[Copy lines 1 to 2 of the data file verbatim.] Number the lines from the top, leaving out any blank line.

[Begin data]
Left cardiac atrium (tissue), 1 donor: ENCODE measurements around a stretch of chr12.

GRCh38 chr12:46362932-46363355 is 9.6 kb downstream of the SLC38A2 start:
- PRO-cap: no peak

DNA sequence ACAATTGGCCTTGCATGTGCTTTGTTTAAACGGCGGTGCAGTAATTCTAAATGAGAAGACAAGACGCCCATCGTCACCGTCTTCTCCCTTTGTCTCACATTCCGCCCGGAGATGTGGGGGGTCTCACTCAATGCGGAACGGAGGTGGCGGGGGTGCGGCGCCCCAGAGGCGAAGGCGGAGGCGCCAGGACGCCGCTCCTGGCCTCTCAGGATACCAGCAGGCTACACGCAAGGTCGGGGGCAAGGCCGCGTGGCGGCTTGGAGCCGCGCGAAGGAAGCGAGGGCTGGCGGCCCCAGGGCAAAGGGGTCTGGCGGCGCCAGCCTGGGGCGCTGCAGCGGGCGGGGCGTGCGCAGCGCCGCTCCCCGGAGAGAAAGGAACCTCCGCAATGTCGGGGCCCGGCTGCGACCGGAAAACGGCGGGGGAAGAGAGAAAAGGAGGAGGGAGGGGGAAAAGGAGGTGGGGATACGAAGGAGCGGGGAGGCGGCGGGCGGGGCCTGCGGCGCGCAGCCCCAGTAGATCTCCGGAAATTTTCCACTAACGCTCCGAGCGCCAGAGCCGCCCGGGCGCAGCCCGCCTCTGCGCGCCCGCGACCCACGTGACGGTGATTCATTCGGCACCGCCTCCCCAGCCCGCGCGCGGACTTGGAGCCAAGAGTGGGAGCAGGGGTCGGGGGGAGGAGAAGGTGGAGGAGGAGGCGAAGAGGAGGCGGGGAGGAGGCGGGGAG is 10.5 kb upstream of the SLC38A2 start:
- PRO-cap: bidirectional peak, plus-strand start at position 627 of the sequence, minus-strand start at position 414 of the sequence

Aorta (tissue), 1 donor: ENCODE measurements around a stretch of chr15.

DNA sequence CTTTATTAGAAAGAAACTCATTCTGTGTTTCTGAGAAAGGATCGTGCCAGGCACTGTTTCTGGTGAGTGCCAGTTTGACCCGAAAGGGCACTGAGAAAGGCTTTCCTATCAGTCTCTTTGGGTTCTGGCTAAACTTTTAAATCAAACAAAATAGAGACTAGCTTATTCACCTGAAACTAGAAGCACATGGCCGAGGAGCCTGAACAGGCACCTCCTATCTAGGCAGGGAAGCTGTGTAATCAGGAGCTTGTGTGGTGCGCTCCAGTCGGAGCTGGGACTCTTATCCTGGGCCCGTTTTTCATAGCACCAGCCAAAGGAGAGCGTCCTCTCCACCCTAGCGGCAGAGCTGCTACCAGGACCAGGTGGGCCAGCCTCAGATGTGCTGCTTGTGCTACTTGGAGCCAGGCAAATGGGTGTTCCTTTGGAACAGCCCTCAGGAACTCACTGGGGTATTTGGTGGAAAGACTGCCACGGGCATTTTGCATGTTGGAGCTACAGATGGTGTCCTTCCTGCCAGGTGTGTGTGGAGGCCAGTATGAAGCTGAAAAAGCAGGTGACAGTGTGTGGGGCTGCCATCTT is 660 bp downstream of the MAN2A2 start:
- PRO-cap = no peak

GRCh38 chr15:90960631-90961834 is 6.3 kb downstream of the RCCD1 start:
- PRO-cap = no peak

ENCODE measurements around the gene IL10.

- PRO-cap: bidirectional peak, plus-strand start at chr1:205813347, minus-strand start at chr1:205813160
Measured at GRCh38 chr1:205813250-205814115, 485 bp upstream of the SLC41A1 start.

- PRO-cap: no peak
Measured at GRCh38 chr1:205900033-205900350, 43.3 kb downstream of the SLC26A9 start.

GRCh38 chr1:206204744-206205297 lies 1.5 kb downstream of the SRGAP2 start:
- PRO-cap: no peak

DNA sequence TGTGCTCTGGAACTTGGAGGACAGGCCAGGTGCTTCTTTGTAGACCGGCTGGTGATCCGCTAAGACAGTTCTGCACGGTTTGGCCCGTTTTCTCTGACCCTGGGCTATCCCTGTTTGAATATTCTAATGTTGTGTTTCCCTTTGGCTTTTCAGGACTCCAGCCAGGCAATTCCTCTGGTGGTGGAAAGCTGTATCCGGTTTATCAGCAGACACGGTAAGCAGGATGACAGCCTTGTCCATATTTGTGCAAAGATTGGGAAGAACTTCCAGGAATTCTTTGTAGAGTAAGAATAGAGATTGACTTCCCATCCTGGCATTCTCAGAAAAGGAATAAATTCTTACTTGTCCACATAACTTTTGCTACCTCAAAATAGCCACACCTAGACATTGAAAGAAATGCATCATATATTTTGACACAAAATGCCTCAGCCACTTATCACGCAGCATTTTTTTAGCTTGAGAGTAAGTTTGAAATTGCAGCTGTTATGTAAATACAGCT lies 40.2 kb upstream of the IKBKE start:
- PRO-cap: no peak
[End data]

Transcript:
Left cardiac atrium (tissue), 1 donor: ENCODE measurements around a stretch of chr12.

GRCh38 chr12:46362932-46363355 is 9.6 kb downstream of the SLC38A2 start: